My fibroids remained undiagnosed for over 12 years, because my doctors did not believe me as a 10 year old, when I first told them about the severity of pain & bleeding I was experiencing.
I would bleed through a night time ‘superpad’ in a couple of hours and the pain was so severe that I stopped eating during my periods to avoid needing to go to the bathroom- passing waste was excruciating. This meant that at times, I would be weak from anaemia and hunger. I remember that my GCSE exams were an awful time- I was so stressed, hungry, and in pain- I’m sure it affected my performance.
I went on the pill, which alleviated the heavy bleeding symptoms, but unknowingly increased the size of the fibroids (since they thrive on excess oestrogen).
And so, the pain problem continued for many years. One doctor suggested that the issue was piles (haemorrhoids) and I was given medication and pain killers. The pain was still severe so I was referred to a gastroenterologist, who performed a colonoscopy. It was only then that he realised that there were large growths, but that they were in the vagina, not the colon.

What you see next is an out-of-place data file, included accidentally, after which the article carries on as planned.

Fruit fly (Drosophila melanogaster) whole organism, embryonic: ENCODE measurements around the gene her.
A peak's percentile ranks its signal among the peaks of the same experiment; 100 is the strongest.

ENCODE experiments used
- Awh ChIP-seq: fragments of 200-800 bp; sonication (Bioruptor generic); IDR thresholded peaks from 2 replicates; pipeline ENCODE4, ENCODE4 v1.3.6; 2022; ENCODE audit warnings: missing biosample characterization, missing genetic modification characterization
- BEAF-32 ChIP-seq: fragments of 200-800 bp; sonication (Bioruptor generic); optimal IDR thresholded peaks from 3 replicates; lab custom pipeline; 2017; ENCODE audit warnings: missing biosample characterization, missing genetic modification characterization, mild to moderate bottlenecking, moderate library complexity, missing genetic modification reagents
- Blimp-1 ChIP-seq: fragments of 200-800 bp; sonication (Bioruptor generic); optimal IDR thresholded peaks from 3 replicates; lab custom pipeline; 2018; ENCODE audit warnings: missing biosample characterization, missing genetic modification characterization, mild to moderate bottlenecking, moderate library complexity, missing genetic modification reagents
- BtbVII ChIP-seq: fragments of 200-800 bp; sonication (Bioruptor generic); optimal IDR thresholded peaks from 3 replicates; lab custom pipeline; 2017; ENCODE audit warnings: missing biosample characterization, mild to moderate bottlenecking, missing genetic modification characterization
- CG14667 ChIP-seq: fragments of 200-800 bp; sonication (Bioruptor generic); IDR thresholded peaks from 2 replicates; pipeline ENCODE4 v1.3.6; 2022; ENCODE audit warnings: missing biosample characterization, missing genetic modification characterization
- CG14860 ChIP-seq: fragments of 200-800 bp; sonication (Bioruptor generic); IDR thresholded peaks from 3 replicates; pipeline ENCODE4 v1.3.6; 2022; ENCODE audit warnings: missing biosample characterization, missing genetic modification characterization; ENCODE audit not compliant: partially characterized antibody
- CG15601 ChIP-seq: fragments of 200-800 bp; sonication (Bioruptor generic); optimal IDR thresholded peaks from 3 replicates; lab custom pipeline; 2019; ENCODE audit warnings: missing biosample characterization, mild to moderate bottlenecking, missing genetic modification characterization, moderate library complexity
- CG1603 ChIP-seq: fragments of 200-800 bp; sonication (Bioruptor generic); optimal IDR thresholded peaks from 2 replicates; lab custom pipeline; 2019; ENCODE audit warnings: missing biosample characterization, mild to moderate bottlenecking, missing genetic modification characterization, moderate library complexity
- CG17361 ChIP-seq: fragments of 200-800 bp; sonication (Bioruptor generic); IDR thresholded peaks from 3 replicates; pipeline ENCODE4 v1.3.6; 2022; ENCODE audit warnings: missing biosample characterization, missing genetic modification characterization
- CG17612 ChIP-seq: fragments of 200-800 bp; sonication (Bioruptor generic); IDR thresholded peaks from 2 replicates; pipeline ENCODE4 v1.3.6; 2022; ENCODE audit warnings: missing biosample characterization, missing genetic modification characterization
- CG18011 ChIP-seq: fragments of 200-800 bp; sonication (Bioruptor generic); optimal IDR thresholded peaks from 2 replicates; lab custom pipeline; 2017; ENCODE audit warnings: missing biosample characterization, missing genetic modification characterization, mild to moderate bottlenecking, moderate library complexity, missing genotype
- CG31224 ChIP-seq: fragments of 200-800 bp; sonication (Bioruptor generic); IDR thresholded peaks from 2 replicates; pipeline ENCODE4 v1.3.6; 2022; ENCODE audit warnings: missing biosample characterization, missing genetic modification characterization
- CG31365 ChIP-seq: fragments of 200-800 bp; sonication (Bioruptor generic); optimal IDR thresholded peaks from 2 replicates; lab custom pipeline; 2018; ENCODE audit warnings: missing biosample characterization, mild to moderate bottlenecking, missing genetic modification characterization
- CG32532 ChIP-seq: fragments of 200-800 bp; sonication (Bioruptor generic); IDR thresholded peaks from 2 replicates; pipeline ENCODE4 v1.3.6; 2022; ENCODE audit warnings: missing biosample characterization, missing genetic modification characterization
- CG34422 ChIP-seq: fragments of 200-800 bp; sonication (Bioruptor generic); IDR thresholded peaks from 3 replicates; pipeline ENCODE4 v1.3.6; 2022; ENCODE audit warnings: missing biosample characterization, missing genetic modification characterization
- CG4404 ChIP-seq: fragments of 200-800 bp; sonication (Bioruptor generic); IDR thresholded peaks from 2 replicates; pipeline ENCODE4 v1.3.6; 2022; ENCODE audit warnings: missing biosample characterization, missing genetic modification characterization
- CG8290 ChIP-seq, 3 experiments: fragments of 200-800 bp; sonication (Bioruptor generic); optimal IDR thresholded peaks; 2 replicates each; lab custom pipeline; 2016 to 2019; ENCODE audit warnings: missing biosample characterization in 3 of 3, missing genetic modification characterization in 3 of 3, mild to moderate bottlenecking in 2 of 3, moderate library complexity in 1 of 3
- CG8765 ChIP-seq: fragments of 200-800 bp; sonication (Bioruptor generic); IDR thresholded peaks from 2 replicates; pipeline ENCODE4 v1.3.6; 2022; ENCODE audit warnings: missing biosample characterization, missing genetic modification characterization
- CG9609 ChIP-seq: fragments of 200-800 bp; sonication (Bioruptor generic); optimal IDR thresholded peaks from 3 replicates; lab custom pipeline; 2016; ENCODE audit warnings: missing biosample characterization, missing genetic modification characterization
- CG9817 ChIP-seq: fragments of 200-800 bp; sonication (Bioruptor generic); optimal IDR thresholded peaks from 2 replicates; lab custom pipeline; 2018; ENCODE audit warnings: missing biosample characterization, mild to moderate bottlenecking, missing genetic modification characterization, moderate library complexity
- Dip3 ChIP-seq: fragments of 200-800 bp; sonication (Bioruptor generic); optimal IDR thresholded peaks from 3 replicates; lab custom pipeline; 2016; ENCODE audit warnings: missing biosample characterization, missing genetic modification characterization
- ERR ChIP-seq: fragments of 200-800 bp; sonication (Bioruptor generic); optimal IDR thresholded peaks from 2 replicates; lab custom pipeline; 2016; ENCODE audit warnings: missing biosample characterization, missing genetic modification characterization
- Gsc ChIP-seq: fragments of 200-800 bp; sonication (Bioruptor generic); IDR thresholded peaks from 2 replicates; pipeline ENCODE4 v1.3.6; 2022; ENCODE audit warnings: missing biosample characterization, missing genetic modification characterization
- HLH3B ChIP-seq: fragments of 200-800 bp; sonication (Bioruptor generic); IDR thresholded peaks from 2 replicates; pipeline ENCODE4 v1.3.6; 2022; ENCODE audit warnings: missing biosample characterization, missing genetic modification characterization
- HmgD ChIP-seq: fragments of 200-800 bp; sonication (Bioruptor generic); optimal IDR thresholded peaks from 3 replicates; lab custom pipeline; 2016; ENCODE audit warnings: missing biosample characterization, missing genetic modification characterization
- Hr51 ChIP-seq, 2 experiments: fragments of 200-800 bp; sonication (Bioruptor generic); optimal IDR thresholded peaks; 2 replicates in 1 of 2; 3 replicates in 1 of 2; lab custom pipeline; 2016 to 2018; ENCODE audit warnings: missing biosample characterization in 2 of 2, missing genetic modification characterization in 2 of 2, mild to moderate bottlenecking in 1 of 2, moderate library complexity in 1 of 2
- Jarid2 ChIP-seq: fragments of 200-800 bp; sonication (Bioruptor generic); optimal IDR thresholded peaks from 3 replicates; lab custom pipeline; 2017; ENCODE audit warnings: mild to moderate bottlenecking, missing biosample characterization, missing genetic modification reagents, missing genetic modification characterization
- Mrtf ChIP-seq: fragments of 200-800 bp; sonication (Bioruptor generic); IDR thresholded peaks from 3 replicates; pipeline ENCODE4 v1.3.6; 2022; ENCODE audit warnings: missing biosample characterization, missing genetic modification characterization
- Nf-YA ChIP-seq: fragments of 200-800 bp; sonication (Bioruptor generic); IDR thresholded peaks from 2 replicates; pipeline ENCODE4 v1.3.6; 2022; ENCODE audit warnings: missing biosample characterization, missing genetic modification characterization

I was finally referred to a specialist in obstetrics and gynaecology, at age 23. He asked me to explain what I had been through. When I told him, his face fell and he apologised on behalf of those doctors who do not listen to young women when we complain about menstrual issues. It was then that I realised that I was finally going to be treated for my troubles.
After so many years of pain, anxiety about my health, anaemia, weight loss, expense (think how many pads my mum and I had to buy!) and feeling disbelieved about my problem, it was great to finally have a diagnosis. The fibroids were removed (known as myomectomy) and although they grew back, they are smaller and are regularly monitored, to prevent them from causing me problems.
I had always kept a diary and recorded my symptoms, which helped the doctors to chart what was going on, it was simply their disbelief that a child could have fibroids that prevented them from making the correct diagnosis. The diary was most useful for me, too- it helped me to prepare (as much as I could) in advance of getting my periods. I also find that keeping stress to a minimum, helps so much.
– Anonymous, UK.